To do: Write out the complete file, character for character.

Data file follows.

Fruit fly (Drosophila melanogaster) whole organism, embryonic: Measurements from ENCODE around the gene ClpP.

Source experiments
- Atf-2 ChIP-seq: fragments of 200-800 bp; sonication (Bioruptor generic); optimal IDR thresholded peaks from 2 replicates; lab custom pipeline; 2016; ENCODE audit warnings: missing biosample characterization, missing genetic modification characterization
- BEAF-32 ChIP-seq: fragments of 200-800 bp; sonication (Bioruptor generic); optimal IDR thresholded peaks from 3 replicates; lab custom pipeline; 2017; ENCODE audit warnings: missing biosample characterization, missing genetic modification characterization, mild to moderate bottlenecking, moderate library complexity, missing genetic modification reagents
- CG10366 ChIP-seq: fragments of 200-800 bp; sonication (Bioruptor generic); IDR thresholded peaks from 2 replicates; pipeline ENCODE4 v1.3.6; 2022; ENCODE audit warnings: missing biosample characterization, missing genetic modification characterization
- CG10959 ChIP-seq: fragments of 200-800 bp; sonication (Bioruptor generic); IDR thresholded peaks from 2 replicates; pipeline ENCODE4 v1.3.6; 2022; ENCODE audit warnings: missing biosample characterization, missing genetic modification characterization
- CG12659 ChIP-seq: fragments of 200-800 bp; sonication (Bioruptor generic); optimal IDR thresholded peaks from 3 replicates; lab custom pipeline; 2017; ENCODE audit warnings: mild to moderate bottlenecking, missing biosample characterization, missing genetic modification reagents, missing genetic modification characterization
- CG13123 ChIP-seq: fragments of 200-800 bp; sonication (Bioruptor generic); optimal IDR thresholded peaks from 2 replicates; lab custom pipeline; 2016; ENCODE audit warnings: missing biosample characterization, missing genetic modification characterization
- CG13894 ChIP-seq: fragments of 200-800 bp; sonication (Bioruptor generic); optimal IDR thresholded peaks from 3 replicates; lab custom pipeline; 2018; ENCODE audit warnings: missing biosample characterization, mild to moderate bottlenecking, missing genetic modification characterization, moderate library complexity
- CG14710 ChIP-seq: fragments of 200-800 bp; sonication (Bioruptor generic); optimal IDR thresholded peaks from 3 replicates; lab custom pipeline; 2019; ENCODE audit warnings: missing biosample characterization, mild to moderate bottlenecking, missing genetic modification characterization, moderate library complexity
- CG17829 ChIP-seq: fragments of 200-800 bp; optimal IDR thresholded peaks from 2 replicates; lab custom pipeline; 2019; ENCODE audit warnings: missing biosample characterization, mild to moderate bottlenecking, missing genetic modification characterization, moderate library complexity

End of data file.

Fruit fly (Drosophila melanogaster) whole organism, embryonic: Measurements from ENCODE around the gene ClpP.

Source experiments
- Atf-2 ChIP-seq: fragments of 200-800 bp; sonication (Bioruptor generic); optimal IDR thresholded peaks from 2 replicates; lab custom pipeline; 2016; ENCODE audit warnings: missing biosample characterization, missing genetic modification characterization
- BEAF-32 ChIP-seq: fragments of 200-800 bp; sonication (Bioruptor generic); optimal IDR thresholded peaks from 3 replicates; lab custom pipeline; 2017; ENCODE audit warnings: missing biosample characterization, missing genetic modification characterization, mild to moderate bottlenecking, moderate library complexity, missing genetic modification reagents
- CG10366 ChIP-seq: fragments of 200-800 bp; sonication (Bioruptor generic); IDR thresholded peaks from 2 replicates; pipeline ENCODE4 v1.3.6; 2022; ENCODE audit warnings: missing biosample characterization, missing genetic modification characterization
- CG10959 ChIP-seq: fragments of 200-800 bp; sonication (Bioruptor generic); IDR thresholded peaks from 2 replicates; pipeline ENCODE4 v1.3.6; 2022; ENCODE audit warnings: missing biosample characterization, missing genetic modification characterization
- CG12659 ChIP-seq: fragments of 200-800 bp; sonication (Bioruptor generic); optimal IDR thresholded peaks from 3 replicates; lab custom pipeline; 2017; ENCODE audit warnings: mild to moderate bottlenecking, missing biosample characterization, missing genetic modification reagents, missing genetic modification characterization
- CG13123 ChIP-seq: fragments of 200-800 bp; sonication (Bioruptor generic); optimal IDR thresholded peaks from 2 replicates; lab custom pipeline; 2016; ENCODE audit warnings: missing biosample characterization, missing genetic modification characterization
- CG13894 ChIP-seq: fragments of 200-800 bp; sonication (Bioruptor generic); optimal IDR thresholded peaks from 3 replicates; lab custom pipeline; 2018; ENCODE audit warnings: missing biosample characterization, mild to moderate bottlenecking, missing genetic modification characterization, moderate library complexity
- CG14710 ChIP-seq: fragments of 200-800 bp; sonication (Bioruptor generic); optimal IDR thresholded peaks from 3 replicates; lab custom pipeline; 2019; ENCODE audit warnings: missing biosample characterization, mild to moderate bottlenecking, missing genetic modification characterization, moderate library complexity
- CG17829 ChIP-seq: fragments of 200-800 bp; optimal IDR thresholded peaks from 2 replicates; lab custom pipeline; 2019; ENCODE audit warnings: missing biosample characterization, mild to moderate bottlenecking, missing genetic modification characterization, moderate library complexity